Astana cycling team keeps top status after doping cases
The Astana team of 2014 Tour de France winner Vincenzo Nibali has survived a review of its top-tier racing status ordered after several doping cases.
The International Cycling Union said on Thursday that its independent licensing panel let the Kazakhstan government-backed squad keep World Tour status, which ensures entries to all top races.
The UCI asked its panel in February to strip the license after a critical audit of Astana’s anti-doping work conducted by the Institute of Sport Sciences of the University of Lausanne.
Instead, Astana will be “subject to strict monitoring” through the season by the university, including at Nibali’s planned defense of cycling’s biggest prize in July.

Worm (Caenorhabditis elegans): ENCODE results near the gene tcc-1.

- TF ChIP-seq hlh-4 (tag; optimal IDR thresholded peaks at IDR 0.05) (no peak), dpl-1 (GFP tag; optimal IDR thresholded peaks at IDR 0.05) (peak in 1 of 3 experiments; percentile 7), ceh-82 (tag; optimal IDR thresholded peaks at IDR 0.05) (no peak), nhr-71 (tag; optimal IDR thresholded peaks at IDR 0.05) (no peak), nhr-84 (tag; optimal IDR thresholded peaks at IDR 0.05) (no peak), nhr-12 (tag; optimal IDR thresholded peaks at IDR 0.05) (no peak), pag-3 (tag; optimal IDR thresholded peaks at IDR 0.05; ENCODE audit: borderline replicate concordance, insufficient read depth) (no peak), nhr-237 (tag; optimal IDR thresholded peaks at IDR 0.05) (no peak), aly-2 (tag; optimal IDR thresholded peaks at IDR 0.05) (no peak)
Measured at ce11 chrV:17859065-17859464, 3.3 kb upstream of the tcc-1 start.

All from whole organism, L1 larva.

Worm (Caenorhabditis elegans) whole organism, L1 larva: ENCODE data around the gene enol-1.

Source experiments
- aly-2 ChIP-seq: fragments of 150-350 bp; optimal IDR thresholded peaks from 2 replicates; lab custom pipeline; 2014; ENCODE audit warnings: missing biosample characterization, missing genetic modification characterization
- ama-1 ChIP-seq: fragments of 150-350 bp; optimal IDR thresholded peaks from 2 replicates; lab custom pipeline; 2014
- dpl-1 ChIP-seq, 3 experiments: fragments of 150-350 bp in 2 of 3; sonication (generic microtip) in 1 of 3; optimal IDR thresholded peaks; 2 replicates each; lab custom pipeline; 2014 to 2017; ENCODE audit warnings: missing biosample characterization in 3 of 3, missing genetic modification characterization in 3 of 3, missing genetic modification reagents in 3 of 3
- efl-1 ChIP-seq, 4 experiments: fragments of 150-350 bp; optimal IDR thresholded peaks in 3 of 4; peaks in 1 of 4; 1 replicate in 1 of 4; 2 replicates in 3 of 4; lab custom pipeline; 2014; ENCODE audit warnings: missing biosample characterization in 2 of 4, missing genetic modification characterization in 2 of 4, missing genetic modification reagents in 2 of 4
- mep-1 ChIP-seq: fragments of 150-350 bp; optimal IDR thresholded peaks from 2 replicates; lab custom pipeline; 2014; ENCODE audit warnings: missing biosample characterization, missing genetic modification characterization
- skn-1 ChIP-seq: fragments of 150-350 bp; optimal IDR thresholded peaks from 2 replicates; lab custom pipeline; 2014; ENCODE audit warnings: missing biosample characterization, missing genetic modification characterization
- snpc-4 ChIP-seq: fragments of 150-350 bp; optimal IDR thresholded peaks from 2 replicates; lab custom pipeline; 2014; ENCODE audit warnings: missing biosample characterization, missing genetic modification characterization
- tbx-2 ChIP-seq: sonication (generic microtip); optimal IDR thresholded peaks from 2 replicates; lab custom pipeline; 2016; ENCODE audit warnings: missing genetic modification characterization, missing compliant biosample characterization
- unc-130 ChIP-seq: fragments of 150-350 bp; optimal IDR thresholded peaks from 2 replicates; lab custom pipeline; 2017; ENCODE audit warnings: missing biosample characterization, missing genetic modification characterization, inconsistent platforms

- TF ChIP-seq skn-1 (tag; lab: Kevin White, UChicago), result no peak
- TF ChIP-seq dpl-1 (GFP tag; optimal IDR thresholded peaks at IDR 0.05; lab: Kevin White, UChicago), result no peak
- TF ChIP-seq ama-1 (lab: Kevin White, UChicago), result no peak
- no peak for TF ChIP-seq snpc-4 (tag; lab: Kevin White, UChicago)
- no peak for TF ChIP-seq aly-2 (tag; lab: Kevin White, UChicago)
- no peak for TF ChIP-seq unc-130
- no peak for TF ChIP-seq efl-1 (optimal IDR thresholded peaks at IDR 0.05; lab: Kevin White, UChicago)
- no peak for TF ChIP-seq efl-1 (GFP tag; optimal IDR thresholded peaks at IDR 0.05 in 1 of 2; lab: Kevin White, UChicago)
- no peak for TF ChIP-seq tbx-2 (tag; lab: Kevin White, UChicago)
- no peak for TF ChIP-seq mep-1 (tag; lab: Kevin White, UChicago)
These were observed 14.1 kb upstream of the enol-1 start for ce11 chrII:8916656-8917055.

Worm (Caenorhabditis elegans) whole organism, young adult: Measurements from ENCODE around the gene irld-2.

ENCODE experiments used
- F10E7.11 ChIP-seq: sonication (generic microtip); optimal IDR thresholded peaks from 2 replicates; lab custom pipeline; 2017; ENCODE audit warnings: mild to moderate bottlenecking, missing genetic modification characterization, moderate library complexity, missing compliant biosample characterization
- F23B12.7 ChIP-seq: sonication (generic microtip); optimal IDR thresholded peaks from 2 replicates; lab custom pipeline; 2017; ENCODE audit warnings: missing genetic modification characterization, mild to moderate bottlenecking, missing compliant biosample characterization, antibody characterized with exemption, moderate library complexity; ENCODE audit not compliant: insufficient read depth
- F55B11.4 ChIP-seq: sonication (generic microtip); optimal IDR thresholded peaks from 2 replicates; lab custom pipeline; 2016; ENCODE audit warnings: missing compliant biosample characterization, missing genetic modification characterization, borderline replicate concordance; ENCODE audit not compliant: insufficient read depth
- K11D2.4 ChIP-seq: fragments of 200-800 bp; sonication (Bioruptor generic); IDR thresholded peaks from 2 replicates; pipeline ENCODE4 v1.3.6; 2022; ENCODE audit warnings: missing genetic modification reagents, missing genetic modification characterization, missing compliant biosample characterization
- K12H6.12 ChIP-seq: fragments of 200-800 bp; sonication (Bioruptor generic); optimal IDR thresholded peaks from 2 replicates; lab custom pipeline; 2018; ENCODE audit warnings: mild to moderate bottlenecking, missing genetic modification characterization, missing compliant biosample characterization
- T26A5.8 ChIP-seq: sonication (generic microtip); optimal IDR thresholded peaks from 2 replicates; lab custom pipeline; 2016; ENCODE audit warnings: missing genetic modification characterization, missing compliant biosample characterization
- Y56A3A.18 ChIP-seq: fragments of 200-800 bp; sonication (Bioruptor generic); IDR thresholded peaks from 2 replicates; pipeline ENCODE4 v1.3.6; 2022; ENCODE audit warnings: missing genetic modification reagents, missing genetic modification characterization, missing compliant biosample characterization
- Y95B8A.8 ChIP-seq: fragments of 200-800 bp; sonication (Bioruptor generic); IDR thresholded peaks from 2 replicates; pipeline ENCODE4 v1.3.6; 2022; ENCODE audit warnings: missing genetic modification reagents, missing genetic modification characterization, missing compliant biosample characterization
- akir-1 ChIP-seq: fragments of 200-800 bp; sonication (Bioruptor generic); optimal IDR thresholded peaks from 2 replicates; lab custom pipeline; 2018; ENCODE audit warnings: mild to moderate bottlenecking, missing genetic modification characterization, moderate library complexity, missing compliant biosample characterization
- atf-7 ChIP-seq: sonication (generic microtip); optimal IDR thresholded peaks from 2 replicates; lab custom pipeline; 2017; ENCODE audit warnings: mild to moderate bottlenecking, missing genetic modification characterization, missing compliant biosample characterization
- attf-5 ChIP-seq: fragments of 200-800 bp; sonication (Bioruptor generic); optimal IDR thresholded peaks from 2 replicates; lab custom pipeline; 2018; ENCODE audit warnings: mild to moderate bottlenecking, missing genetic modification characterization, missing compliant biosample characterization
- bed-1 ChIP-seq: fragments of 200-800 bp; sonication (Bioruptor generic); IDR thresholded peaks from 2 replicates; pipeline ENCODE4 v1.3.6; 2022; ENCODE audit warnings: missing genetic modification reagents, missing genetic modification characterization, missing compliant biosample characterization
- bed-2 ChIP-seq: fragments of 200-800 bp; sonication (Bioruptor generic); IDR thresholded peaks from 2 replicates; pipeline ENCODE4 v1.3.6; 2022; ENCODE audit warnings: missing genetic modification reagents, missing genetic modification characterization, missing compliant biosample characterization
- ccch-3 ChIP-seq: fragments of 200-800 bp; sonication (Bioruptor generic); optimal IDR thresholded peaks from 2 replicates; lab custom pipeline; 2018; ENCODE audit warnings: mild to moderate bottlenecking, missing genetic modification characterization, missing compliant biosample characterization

“The license commission shall be able to re-open the proceedings if Astana Pro Team fails to respect one or several of the conditions imposed, or if new elements arise,” the UCI said in a statement. Reasons for the panel’s decision “will be published in due course,” the UCI said.
Astana management did not immediately respond to the ruling.
The team was put under scrutiny after two senior riders — Kazakh brothers Maxim and Valentin Iglinskiy — were caught using EPO last season, and three development team members tested positive for steroids.
Riders also allegedly contacted Ital- ian doctor Michele Ferrari, who was banned from the sport in the Lance Armstrong case. Nibali was not implicated. The Astana case has been seen as a major test in the post-Lance Armstrong era of the new UCI leadership’s toughness on doping.
“They won’t get a second chance,” UCI president Brian Cookson said of Astana’s issues last year. “They have had too many second chances in the past, perhaps.”
Astana manager Alexandre Vinokourov is a former Ferrari client, who served a two-year doping ban before winning the 2012 London Olympics road race.